As Hurricane Laura looms, Texas Flood Registry details physical, mental toll of storms

Tropical Storm Imelda Houston
Results from a one-of-a-kind survey launched in the wake of Hurricane Harvey measured the health effects that big storms and flooding events, including 2019's Tropical Storm Imelda, have had on the region. (Community Impact Newspaper file photo)

Results from a one-of-a-kind survey launched in the wake of Hurricane Harvey measured the health effects that big storms and flooding events, including 2019's Tropical Storm Imelda, have had on the region. (Community Impact Newspaper file photo)

Beyond damaging structures and homes, flooding wreaks havoc on physical and mental health, according to the latest findings from the Texas Flood Registry released to the public on Aug. 26, the eve of Hurricane Laura's Gulf Coast landfall.

Over 20,000 unique respondents participated in the survey, which looked at the physical and mental tolls from recent storms. The project, first launched in 2018, was specifically aimed at measuring the effects of Hurricane Harvey, and comes through collaboration between a dozen Greater Houston partners, including Rice University’s Kinder Institute of Urban Research.

Nearly 10,000 of the respondents were from those affected by Hurricane Harvey alone, almost 3,600 were from the May 2019 flooding and storms and over 1,400 were from Tropical Storm Imelda, according to the 2020 report.

Key to the survey was asking respondents how their physical and mental health were affected by past storm events.

“Where else would we measure those impacts?” said Katherine Ensor, the Rice University professor who oversees development of the Kinder Institute Urban Data Platform, which hosts the survey data. “We don't have other mechanisms to measure mental health.”


Of the 10,000 respondents affected by Harvey, 44% had flooded homes, 60% contacted floodwater, 35% had vehicles damaged and 46% suffered income loss.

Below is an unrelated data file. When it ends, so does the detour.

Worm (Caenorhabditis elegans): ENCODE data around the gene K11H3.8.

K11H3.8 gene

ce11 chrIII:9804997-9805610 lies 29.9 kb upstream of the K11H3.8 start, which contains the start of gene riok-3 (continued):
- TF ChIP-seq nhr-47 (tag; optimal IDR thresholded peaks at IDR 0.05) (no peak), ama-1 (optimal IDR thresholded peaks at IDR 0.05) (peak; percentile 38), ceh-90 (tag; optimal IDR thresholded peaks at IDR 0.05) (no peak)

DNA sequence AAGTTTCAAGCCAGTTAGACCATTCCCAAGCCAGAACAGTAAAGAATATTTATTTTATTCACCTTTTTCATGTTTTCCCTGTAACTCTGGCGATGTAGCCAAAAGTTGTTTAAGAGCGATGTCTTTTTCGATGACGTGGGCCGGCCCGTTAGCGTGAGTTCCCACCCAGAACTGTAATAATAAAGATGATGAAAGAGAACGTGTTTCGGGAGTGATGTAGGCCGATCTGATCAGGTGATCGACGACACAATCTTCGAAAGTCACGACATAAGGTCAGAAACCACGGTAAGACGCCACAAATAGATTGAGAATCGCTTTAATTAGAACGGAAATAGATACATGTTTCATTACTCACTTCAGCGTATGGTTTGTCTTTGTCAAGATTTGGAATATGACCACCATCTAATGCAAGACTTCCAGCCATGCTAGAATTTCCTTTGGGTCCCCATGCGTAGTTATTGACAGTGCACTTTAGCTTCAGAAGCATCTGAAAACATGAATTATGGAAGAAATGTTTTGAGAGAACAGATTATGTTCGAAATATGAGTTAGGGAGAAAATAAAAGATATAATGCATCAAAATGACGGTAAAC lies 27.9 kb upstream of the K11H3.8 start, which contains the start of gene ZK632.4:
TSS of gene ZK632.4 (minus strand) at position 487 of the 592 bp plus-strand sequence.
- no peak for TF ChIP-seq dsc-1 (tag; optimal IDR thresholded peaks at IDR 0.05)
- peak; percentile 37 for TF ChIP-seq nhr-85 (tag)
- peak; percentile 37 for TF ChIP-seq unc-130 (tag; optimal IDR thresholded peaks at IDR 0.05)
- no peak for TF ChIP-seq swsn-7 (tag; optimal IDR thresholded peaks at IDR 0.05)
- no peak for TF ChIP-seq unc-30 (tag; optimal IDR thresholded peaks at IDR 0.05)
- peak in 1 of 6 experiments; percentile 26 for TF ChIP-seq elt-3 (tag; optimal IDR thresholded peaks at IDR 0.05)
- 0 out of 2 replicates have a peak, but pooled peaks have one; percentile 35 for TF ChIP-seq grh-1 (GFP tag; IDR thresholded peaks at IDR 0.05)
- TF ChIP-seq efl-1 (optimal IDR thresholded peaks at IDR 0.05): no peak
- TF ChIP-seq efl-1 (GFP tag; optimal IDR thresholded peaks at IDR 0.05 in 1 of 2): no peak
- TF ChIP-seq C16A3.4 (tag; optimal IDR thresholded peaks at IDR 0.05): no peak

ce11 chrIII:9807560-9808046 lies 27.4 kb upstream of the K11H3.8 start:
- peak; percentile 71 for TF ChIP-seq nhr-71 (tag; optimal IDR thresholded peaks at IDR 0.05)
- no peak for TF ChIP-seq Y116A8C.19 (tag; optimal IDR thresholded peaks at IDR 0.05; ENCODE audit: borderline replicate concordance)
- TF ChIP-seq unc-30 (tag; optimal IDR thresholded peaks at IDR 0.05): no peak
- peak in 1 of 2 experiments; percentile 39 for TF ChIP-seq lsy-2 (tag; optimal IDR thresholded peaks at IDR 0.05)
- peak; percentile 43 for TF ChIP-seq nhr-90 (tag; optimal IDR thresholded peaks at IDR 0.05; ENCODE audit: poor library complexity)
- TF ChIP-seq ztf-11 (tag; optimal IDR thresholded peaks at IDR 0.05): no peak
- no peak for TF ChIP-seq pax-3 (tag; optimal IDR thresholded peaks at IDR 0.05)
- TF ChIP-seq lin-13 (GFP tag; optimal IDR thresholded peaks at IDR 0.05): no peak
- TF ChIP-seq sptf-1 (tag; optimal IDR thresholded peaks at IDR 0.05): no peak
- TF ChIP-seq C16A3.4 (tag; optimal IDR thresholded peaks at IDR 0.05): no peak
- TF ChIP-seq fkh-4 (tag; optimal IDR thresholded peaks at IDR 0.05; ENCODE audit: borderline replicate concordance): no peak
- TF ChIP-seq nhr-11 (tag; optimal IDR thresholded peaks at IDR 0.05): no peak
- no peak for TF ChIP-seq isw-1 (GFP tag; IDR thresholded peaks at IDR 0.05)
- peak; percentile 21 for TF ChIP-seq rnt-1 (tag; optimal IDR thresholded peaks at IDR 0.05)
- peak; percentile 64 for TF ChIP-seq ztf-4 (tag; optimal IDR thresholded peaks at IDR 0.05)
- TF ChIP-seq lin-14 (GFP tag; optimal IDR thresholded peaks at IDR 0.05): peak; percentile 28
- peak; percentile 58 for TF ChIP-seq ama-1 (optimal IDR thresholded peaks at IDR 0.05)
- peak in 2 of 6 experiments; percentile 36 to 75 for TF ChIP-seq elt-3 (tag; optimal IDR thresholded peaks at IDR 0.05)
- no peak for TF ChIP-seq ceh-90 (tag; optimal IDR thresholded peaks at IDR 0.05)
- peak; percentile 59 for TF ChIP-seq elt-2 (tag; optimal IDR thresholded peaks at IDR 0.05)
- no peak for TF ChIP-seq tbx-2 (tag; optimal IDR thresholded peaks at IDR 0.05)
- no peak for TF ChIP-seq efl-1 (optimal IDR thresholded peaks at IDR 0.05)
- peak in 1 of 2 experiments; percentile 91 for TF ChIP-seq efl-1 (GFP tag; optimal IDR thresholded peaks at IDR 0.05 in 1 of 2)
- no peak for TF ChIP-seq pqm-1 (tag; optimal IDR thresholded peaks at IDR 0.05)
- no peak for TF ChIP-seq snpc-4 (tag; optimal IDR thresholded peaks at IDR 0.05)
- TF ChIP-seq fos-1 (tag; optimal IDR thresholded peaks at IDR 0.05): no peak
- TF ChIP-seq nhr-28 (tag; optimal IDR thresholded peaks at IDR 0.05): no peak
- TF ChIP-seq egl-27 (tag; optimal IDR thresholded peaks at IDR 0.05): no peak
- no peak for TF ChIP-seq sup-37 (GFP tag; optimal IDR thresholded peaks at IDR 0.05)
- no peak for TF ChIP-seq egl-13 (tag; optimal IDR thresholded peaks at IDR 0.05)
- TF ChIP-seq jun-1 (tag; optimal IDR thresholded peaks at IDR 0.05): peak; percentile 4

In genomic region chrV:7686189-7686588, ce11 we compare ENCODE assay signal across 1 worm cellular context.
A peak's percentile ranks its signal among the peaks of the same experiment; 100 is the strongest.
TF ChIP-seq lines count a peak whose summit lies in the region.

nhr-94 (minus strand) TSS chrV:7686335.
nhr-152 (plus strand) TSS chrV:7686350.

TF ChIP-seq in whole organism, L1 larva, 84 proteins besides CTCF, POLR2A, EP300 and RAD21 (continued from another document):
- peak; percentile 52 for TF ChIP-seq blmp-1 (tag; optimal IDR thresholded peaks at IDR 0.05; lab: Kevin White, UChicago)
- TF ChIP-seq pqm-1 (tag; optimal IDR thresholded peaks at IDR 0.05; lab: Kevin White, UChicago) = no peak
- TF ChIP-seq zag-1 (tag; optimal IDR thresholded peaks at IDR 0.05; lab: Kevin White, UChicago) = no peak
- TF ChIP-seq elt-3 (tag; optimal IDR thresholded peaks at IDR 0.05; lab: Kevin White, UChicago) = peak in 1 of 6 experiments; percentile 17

The survey also reveals that 63% of registrants reported at least one health symptom due to Hurricane Harvey as compared to 9% who reported symptoms due to Imelda.

Mentally and emotionally, 25% of respondents indicated Hurricane Harvey was a severe enough event capable of altering one’s ability to function.

Emergency operations managers will be able to use the data to shape current and future disaster planning, Ensor said. One example given during the webinar was the opportunity to leverage relationships with community health partners to connect residents to the mental health resources they need.

“The impacts to their health, especially with their mental health, can sometimes not be given the attention it needs,” said Moriam Ojelade, the public health emergency preparedness manager for the Corpus Christi-Nueces County Public Health District. “One important insight provided to us by the Texas Flood Registry is the mental health impact by Harvey three years later.”

The Kinder Institute has been able to repurpose the technology used for the Texas Flood Registry for a COVID-19 registry. Meanwhile, the project team is looking to build the flood registry for all storm experiences, Ensor said. And that includes Hurricane Laura.

“The technology and team is ready and prepared to roll out a new survey for each new storm, like Laura, so be prepared for that in the next couple of weeks,” Ensor said.
By Hunter Marrow
Hunter Marrow came to Community Impact Newspaper in January 2020. Before that, Hunter covered local news in Ontario, OR for three years, covering municipal issues, crime, and education across Malheur County and across the border into Idaho.


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